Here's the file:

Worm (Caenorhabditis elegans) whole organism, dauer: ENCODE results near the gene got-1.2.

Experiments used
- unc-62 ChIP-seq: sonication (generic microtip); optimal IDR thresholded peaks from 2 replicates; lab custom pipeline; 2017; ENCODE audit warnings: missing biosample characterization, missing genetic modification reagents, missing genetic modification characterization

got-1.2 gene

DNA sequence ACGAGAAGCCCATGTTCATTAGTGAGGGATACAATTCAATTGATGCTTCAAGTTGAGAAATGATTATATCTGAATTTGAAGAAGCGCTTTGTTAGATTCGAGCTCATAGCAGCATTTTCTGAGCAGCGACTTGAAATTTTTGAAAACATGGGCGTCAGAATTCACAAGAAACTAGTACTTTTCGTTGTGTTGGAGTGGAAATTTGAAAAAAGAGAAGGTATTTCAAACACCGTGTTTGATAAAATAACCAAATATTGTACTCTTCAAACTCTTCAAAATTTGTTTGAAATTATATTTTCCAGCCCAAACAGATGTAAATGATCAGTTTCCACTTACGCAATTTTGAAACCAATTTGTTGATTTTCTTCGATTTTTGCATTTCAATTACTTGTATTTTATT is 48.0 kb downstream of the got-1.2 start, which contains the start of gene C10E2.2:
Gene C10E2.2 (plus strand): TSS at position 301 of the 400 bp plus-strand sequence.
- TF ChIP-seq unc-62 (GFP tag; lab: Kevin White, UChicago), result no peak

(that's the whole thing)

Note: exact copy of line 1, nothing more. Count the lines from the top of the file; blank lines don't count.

Worm (Caenorhabditis elegans) whole organism, dauer: ENCODE results near the gene got-1.2.